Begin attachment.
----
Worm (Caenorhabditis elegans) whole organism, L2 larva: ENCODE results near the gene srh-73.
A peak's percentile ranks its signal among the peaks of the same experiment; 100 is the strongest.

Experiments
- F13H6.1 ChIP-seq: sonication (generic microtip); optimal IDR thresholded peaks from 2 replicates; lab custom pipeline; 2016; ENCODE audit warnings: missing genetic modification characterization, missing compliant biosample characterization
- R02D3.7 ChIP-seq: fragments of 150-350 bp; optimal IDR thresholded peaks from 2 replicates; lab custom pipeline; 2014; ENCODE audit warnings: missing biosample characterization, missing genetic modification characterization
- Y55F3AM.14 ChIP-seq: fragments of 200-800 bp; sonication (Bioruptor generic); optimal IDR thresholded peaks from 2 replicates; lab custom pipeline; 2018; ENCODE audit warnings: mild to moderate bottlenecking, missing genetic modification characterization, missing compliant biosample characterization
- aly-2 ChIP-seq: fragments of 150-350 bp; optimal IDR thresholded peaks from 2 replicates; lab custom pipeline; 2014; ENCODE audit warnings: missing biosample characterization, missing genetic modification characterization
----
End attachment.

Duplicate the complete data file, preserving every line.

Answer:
Worm (Caenorhabditis elegans) whole organism, L2 larva: ENCODE results near the gene srh-73.
A peak's percentile ranks its signal among the peaks of the same experiment; 100 is the strongest.

Experiments
- F13H6.1 ChIP-seq: sonication (generic microtip); optimal IDR thresholded peaks from 2 replicates; lab custom pipeline; 2016; ENCODE audit warnings: missing genetic modification characterization, missing compliant biosample characterization
- R02D3.7 ChIP-seq: fragments of 150-350 bp; optimal IDR thresholded peaks from 2 replicates; lab custom pipeline; 2014; ENCODE audit warnings: missing biosample characterization, missing genetic modification characterization
- Y55F3AM.14 ChIP-seq: fragments of 200-800 bp; sonication (Bioruptor generic); optimal IDR thresholded peaks from 2 replicates; lab custom pipeline; 2018; ENCODE audit warnings: mild to moderate bottlenecking, missing genetic modification characterization, missing compliant biosample characterization
- aly-2 ChIP-seq: fragments of 150-350 bp; optimal IDR thresholded peaks from 2 replicates; lab custom pipeline; 2014; ENCODE audit warnings: missing biosample characterization, missing genetic modification characterization